Simplifying Settlements- An employers perspective

Simplifying Settlements- An Employers perspective

Employment settlement agreements were introduced earlier this year as part of wide ranging employment law reforms.

Settlement agreements (formally known as compromise agreements) have one main purpose: to settle actual or potential legal claims that an employee may have against his or her employer.

In a bid to drive down Employment Tribunal claims, the Government is attempting to encourage greater use of settlement agreements by producing an Advisory, Conciliation and Arbitration Service (ACAS) template and detailed guidance to accompany it.

Most HR professionals are already familiar with the concept but often directors or managers handle these issues. Whoever is managing the process, it is very often the case that the end stages of any settlement can be fraught with fresh complications and delay. Add to this the cost of lawyers finalising the agreement and the process can be anything but simple.

Can the settlement of disputes or changes to working conditions really be simplified as the Government intends?

Disputes or changes for settlement

Settlement agreements are most often used for employees leaving an organisation. However, they are also used for employees will remain in employment after a dispute or changes to terms and conditions. Examples are grievances for bullying/discrimination or pay cuts across a workforce.

No matter when they are used, the process and the issues tend to be the same. Problems when dealing with settlements agreements. Practically every settlement agreement ever issued will be taken from a template. Indeed, the Government have produced a template themselves.

It seems obvious to say that most cases will be different. Templates are a safe tool to support the process so long as they are then tailored to each set of circumstances. Problems arise because often this tailoring is not done before the settlement agreement is issued to the employee.

In addition, there is a widespread misconception that the independent legal advice process is a ’rubber stamping ‘exercise. Confusion arises particularly when managers and HR have taken great care to ensure that any settlement deal is agreed with the employee internally.

In some cases, settlement agreements are simply rubber stamped but if the employee is not comprehensively advised, misunderstandings and later disputes and issues can and do occur.

In the vast majority of cases, an employee who is comprehensively advised on a settlement agreement is going to want to have the legal contract amended to protect them as per any legal advice that they receive. This creates correspondence, administrative tasks and delay at the very least.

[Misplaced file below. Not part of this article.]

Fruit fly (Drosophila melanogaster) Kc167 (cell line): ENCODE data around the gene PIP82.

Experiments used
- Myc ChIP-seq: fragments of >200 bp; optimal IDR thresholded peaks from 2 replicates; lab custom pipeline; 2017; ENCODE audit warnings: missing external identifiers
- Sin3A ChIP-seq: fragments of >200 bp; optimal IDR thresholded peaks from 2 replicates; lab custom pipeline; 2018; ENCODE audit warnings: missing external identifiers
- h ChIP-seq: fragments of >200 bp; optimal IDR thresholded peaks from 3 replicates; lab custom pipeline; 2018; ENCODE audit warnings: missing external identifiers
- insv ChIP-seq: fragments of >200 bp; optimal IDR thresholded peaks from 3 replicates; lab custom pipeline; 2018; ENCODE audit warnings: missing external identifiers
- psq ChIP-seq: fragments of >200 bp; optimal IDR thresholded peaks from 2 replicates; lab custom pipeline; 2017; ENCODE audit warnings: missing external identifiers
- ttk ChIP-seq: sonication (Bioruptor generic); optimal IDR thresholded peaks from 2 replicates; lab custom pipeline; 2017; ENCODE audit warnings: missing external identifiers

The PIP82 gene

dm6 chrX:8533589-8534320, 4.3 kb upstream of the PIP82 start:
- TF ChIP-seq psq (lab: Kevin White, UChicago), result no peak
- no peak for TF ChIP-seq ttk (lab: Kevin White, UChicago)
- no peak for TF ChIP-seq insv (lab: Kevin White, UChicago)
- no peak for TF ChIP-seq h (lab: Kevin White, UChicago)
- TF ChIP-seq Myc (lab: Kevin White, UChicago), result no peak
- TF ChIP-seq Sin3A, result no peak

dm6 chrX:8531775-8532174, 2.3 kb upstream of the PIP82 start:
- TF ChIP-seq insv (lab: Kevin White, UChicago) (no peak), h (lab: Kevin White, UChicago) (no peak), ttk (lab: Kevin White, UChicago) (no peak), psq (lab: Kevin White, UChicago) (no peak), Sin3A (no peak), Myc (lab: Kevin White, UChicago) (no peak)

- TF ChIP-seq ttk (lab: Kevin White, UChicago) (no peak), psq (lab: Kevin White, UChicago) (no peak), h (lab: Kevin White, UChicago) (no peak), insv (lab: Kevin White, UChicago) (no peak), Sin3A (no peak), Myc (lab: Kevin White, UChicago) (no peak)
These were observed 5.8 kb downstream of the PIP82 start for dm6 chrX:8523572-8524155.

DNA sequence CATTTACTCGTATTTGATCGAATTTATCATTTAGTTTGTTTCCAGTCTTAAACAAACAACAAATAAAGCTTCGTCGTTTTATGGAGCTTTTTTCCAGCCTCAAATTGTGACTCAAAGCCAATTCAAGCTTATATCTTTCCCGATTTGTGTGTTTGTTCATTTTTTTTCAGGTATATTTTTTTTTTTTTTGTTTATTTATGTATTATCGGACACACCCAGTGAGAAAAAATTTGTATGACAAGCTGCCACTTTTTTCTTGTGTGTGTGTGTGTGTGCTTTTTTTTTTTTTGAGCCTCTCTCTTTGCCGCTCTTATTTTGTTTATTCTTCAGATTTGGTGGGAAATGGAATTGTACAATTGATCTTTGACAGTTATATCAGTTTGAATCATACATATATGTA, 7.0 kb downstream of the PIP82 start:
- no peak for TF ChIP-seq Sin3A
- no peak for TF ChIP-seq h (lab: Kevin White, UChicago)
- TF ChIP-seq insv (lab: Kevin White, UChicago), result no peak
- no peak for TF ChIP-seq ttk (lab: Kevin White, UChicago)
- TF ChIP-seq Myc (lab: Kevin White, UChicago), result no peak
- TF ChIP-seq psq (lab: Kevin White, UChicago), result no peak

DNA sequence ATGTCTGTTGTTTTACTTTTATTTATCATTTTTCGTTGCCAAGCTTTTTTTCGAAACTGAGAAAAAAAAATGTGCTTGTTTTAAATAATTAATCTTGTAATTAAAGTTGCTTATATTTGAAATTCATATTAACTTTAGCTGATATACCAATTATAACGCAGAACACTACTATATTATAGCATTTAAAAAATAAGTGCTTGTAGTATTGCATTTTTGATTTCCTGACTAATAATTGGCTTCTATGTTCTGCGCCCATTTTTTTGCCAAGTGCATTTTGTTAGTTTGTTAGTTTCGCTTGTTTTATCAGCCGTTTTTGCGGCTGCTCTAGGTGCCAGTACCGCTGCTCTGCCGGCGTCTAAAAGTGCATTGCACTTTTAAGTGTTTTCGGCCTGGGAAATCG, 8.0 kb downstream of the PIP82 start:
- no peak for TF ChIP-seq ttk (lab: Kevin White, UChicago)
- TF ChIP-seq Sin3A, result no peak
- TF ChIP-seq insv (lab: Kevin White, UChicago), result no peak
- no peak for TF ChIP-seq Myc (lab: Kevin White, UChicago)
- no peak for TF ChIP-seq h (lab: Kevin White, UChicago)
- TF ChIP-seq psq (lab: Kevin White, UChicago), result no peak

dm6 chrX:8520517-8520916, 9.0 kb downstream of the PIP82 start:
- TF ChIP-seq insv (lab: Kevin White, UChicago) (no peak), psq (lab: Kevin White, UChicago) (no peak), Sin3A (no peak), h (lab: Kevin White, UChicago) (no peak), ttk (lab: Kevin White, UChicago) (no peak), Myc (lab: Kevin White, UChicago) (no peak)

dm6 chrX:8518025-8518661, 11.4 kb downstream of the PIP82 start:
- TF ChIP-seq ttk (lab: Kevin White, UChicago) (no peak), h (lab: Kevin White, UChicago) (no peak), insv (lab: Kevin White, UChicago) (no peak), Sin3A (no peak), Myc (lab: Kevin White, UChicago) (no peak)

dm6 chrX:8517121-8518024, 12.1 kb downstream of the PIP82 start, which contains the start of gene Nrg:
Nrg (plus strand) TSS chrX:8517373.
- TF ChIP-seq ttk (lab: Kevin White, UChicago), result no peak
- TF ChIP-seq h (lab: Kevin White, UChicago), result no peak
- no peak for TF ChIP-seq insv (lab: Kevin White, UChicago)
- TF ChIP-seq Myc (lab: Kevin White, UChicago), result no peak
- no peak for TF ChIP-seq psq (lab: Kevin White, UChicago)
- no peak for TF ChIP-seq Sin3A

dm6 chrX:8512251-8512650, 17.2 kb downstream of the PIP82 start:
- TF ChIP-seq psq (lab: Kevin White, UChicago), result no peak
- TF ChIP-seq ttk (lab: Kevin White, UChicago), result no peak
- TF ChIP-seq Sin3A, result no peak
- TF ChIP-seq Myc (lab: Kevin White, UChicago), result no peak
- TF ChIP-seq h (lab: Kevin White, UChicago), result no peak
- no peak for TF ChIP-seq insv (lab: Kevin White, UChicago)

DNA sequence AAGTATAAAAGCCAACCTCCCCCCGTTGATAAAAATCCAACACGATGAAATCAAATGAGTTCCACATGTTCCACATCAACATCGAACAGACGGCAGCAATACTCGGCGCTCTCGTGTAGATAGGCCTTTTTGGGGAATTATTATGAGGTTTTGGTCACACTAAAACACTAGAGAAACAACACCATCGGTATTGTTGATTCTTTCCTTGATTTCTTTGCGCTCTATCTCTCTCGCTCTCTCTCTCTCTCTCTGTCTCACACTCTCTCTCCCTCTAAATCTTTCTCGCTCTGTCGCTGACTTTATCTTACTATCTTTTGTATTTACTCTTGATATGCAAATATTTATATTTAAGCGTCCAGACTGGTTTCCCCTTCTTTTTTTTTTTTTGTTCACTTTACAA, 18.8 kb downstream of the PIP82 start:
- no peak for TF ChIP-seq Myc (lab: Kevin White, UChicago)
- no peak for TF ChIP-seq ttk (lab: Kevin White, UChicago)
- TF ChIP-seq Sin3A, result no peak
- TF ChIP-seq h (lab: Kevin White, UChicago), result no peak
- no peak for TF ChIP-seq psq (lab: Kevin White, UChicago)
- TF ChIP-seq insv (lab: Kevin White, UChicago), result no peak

Cases involving a number of employee employees multiply these problems and tasks. In large scale exercises, this can mean entire teams being engaged for months at a time in duplicated logistical and administration tasks.

How to simplify the settlement agreement process and save costs.

A well-managed settlement agreement process will save both time and costs in both individual and multiple cases.

A period of time should always be given for the process to be followed. A few days for the independent advice process alone will normally be required. Following the tips below will always make the process quicker:

1. Management/HR should understand the core protection that any independent lawyer is likely to ask for. References and confidentiality in particular will constantly produce the same requests for amendments or subsequent problems after the agreement has been signed. This is totally unnecessary in the vast majority of settlement agreement cases

2. Management should also understand exactly what promises the employee is being asked to make in the settlement agreement. Look out for clauses relating to no further monies being owed, the return of property, future employment or other matters that are likely to be fundamental to the employee

3. “Whole agreement” clauses often supersede previous agreements or promises that an employer has made sometimes in written correspondence. Look out for these “whole agreement” clauses and understand that they can clearly cause a problem if earlier promises have been made, particularly in relation to monies

4. Management should seek to include all agreed and non-contentious matters into any settlement agreement and check for any obvious conflicting clauses prior to it being issued to the employee(s). Furthermore, where lawyers are being used, they should be fully instructed on all matters and agreements at the outset so that they can tailor the agreement prior to it being issued to the employee(s)

5. Where possible, try to have as many of these conversations with the employee directly before lawyers are engaged on either side

The above has been proven to save both time and costs in individual cases. These efficiencies are multiplied when several employees or more are involved.

Conclusion

The settlement of any actual or potential claim that an employee may have is clearly a better scenario than any actual or potential litigation against an organisation. Therefore, settlement agreements are an extremely useful and common management tool in employee relations. The problems and costs that arise when using this tool can easily be reduced by following a simple process such as the one set out above. If in doubt, seek further professional advice from a lawyer.

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